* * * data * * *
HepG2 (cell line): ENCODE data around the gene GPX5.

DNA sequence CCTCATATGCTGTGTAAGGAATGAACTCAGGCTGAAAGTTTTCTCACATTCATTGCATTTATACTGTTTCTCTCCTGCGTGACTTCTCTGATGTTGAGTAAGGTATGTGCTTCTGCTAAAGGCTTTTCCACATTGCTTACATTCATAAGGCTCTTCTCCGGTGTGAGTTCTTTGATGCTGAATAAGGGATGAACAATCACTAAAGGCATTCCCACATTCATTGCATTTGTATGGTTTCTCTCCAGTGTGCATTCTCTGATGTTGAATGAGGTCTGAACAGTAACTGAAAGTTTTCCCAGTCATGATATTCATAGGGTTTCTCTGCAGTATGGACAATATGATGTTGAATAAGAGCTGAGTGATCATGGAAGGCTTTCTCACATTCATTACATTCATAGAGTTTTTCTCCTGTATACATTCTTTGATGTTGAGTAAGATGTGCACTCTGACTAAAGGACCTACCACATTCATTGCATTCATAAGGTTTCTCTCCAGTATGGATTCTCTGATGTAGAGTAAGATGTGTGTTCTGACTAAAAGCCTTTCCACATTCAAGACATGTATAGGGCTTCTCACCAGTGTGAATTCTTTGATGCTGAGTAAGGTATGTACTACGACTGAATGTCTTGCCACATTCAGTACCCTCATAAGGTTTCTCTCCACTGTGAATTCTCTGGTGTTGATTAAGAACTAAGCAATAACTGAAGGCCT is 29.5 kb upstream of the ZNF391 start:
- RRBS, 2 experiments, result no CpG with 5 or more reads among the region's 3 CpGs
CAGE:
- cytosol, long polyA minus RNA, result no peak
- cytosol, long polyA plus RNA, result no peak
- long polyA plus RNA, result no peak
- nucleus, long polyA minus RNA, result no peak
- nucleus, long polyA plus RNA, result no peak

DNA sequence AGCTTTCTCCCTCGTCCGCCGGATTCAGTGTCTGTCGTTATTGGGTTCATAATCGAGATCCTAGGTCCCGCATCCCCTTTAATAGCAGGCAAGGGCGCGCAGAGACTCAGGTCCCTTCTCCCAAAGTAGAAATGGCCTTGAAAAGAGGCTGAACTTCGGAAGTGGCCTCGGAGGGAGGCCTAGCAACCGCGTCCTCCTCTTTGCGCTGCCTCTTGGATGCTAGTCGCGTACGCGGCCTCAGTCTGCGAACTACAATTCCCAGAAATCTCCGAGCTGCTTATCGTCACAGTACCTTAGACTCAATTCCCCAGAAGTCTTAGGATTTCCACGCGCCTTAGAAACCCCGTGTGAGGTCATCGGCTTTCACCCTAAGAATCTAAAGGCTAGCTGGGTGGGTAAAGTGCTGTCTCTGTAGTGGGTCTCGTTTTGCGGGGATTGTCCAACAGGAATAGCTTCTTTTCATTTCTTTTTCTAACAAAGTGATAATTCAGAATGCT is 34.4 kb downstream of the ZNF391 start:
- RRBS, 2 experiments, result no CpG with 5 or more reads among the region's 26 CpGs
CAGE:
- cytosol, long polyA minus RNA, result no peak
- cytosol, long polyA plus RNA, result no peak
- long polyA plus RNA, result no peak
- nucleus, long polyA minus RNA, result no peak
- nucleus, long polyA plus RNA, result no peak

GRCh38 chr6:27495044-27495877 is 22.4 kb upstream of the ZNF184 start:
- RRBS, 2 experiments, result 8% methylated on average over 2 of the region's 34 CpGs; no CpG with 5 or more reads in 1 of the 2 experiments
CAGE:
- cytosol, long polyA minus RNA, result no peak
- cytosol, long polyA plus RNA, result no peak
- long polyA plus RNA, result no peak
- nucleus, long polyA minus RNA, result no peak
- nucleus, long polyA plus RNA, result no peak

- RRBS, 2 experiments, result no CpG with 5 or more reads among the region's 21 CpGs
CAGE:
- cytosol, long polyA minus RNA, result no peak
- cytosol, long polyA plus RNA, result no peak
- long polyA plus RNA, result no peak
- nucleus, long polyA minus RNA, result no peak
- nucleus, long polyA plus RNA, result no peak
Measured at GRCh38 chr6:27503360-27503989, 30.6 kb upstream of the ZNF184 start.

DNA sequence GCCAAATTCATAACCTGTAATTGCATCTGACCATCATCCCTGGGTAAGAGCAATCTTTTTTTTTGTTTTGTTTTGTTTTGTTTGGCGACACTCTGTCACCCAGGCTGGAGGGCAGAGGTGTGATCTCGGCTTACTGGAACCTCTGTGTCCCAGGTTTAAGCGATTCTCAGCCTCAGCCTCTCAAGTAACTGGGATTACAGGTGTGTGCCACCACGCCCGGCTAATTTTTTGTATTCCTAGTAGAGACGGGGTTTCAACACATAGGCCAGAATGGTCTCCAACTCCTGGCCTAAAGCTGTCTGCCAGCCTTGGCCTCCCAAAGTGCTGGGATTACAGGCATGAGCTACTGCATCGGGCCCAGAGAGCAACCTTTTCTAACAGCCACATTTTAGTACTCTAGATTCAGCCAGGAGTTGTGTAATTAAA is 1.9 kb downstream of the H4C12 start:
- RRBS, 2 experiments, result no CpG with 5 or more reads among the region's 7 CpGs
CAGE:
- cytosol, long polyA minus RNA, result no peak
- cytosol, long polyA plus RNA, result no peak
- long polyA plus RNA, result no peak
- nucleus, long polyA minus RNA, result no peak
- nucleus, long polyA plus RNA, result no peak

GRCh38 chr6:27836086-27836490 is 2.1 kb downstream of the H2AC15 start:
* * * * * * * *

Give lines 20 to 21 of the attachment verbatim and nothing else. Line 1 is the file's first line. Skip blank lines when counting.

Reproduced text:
CAGE:
- cytosol, long polyA minus RNA, result no peak